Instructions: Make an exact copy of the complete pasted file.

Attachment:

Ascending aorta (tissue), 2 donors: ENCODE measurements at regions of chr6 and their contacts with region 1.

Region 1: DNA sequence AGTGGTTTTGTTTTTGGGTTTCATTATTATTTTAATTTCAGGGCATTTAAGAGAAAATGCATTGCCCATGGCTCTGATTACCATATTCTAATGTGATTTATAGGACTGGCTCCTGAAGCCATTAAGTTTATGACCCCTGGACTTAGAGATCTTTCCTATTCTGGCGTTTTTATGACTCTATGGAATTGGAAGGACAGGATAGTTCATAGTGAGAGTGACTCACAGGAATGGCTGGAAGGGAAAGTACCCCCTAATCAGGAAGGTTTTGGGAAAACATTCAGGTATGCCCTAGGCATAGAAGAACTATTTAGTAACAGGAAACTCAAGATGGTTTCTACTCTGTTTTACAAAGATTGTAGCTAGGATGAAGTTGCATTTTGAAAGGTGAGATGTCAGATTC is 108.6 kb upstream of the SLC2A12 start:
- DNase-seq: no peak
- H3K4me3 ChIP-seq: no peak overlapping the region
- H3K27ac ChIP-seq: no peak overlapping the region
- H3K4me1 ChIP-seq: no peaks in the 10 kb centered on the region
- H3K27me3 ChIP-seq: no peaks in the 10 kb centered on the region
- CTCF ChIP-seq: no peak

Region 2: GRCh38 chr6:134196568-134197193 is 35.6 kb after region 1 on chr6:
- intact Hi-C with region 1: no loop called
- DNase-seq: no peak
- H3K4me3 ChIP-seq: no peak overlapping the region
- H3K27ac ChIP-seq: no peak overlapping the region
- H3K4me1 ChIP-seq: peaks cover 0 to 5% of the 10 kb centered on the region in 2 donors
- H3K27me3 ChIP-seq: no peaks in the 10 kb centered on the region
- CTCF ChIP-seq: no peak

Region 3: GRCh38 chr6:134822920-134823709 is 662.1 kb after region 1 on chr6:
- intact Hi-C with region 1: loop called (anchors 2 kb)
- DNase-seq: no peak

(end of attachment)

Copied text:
Ascending aorta (tissue), 2 donors: ENCODE measurements at regions of chr6 and their contacts with region 1.

Region 1: DNA sequence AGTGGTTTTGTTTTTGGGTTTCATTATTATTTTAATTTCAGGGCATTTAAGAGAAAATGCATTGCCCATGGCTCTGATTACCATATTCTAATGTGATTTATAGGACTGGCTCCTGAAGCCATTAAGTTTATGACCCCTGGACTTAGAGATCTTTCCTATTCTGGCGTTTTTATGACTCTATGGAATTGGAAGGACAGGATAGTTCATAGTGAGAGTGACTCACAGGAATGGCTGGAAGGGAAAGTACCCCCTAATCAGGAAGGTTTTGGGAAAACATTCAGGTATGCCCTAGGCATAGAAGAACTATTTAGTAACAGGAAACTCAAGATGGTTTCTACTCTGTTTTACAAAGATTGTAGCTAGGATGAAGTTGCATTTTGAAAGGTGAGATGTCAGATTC is 108.6 kb upstream of the SLC2A12 start:
- DNase-seq: no peak
- H3K4me3 ChIP-seq: no peak overlapping the region
- H3K27ac ChIP-seq: no peak overlapping the region
- H3K4me1 ChIP-seq: no peaks in the 10 kb centered on the region
- H3K27me3 ChIP-seq: no peaks in the 10 kb centered on the region
- CTCF ChIP-seq: no peak

Region 2: GRCh38 chr6:134196568-134197193 is 35.6 kb after region 1 on chr6:
- intact Hi-C with region 1: no loop called
- DNase-seq: no peak
- H3K4me3 ChIP-seq: no peak overlapping the region
- H3K27ac ChIP-seq: no peak overlapping the region
- H3K4me1 ChIP-seq: peaks cover 0 to 5% of the 10 kb centered on the region in 2 donors
- H3K27me3 ChIP-seq: no peaks in the 10 kb centered on the region
- CTCF ChIP-seq: no peak

Region 3: GRCh38 chr6:134822920-134823709 is 662.1 kb after region 1 on chr6:
- intact Hi-C with region 1: loop called (anchors 2 kb)
- DNase-seq: no peak